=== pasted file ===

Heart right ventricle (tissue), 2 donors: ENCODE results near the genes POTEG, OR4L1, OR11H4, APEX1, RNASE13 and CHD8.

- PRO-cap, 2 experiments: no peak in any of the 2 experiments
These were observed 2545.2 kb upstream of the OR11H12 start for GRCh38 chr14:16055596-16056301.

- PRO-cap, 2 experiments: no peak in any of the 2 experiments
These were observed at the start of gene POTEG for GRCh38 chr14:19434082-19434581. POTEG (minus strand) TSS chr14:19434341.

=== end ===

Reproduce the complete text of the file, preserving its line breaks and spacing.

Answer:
Heart right ventricle (tissue), 2 donors: ENCODE results near the genes POTEG, OR4L1, OR11H4, APEX1, RNASE13 and CHD8.

- PRO-cap, 2 experiments: no peak in any of the 2 experiments
These were observed 2545.2 kb upstream of the OR11H12 start for GRCh38 chr14:16055596-16056301.

- PRO-cap, 2 experiments: no peak in any of the 2 experiments
These were observed at the start of gene POTEG for GRCh38 chr14:19434082-19434581. POTEG (minus strand) TSS chr14:19434341.